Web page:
New rule mandates 200 US plants to reduce toxic emissions linked to cancer | Pollution

More than 200 of the nation’s hazardous chemical plants will be mandated to reduce toxic emissions linked to cancer, the Biden administration announced on Tuesday.

The long-awaited rule finalized by the Environmental Protection Agency (EPA) will strengthen protections for communities living near industrial sites, especially along the Gulf coast.

The new update focuses on ethylene oxide, used to produce antifreeze, pesticides and sterilizing agents, as well as chloroprene, which is used to make synthetic rubber for shoes and wetsuits.

“President Biden believes every community in this country deserves to breathe clean air,” said the EPA administrator, Michael Regan, highlighting communities such as St John the Baptist parish in Louisiana. “We promised to listen to folks that are suffering from pollution and act to protect them. Today we deliver on that promise with strong final standards to slash pollution, reduce cancer risk and ensure cleaner air for nearby communities.”

Last time the government updated the pollution limits from chemical plants was 2006. The strengthened rule would lower toxic pollutants by 6,200 tons a year, and slash ethylene oxide and chloroprene emissions by 80%. The new update under the Clean Air Act would also require fence-line monitoring of six toxic air pollutants: ethylene oxide, chloroprene, vinyl chloride, benzene, 1,3-butadiene and ethylene dichloride.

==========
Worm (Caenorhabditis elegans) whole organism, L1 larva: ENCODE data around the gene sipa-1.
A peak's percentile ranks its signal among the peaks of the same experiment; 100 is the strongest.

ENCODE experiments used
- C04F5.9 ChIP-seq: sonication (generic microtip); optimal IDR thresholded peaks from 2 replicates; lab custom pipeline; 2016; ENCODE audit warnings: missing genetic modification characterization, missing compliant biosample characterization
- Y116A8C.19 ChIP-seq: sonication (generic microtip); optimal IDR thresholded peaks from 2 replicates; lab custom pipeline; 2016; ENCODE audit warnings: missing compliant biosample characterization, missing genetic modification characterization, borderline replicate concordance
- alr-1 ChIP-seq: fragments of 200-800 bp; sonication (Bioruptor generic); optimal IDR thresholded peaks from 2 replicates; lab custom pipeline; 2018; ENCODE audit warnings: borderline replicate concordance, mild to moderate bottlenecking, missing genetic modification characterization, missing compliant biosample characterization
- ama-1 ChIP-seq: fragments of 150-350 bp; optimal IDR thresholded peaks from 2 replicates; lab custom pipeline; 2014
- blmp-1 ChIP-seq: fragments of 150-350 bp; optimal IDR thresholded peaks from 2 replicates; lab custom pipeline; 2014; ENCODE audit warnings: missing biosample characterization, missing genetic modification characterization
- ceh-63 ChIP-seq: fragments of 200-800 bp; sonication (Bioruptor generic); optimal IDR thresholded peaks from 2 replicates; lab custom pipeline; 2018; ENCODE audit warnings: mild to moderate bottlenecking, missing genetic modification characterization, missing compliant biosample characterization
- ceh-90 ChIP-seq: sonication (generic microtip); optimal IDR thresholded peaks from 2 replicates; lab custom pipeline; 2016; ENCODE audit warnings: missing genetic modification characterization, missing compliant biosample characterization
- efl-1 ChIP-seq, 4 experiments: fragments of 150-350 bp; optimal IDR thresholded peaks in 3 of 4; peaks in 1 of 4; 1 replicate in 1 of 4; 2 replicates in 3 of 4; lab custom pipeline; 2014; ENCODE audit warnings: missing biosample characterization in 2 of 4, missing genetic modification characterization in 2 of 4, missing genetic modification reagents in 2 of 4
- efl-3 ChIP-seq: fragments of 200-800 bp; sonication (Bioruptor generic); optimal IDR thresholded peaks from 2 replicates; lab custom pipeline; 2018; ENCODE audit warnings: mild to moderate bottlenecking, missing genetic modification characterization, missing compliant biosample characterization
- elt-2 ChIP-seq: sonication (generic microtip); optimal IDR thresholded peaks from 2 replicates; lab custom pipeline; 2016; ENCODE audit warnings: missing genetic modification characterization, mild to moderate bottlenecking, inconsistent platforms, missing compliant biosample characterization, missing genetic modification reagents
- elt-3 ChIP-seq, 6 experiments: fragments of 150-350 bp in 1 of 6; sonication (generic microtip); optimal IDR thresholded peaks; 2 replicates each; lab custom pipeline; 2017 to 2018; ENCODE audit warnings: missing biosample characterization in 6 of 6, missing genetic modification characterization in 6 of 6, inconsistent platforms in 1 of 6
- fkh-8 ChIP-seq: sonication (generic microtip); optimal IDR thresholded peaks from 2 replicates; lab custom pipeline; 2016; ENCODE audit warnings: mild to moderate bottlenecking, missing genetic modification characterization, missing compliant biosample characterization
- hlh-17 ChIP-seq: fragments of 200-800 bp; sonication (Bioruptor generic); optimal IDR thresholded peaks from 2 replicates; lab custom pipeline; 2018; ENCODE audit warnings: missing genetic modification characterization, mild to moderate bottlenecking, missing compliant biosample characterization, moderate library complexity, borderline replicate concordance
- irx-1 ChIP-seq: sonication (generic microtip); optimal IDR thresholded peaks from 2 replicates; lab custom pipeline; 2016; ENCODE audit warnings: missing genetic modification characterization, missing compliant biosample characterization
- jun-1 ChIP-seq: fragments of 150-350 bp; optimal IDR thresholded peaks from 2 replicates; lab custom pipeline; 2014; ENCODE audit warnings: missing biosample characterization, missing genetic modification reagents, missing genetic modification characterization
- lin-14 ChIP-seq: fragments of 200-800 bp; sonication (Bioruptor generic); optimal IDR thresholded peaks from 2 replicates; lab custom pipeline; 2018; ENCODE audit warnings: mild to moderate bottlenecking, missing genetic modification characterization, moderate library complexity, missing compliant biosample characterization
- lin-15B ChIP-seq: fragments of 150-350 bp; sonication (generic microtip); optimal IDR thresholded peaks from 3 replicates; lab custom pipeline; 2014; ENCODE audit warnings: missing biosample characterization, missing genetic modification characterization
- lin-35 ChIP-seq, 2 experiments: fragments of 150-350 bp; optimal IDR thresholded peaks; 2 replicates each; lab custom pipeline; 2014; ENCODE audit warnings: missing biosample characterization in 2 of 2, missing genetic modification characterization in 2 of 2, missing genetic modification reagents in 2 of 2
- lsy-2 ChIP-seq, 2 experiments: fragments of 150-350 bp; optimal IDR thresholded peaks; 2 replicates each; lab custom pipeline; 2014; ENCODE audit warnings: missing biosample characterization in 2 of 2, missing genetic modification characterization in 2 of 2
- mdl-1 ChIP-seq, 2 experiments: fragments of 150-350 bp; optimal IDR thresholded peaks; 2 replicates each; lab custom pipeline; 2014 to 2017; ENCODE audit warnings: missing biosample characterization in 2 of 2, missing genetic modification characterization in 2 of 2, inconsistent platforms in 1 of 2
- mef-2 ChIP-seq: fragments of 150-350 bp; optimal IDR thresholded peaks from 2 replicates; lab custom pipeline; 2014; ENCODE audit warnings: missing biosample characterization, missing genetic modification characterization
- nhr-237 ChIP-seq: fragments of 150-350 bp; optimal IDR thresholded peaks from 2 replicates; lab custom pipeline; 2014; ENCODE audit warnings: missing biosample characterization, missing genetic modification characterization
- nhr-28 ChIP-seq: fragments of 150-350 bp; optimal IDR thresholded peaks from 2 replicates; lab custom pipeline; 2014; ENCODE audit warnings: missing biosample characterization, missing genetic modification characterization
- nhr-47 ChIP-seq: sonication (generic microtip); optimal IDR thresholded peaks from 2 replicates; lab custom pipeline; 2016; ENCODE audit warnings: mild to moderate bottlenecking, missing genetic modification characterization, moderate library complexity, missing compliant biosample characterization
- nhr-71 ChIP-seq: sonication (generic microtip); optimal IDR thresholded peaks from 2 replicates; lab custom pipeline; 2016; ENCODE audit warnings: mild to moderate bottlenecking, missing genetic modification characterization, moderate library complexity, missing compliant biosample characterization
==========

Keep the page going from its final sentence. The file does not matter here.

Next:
“This shows the administration’s commitment to the issues of environmental justice,” said Adam Kron, a senior attorney with Earthjustice. “This rule will reduce a lot of hazardous air pollutants. There will be less cancer based on these emissions, there will be lives saved.”

There is only one facility in the US that produces the pollutant chloroprene, which is operated by the Japanese chemicals giant Denka and is situated in St John the Baptist parish in the heart of the heavily industrialised region in Louisiana known as “Cancer Alley”.

The EPA lists chloroprene as a likely human carcinogen and has long suggested a safe lifetime exposure limit of 0.2 micrograms per cubic metre. The agency has been monitoring the air around the Denka facility since 2016 and readings have regularly exceeded this limit by dozens of times.

Denka, a Japanese company that bought the former DuPont rubber-making plant in 2015, said it “vehemently opposes” the EPA’s latest action.

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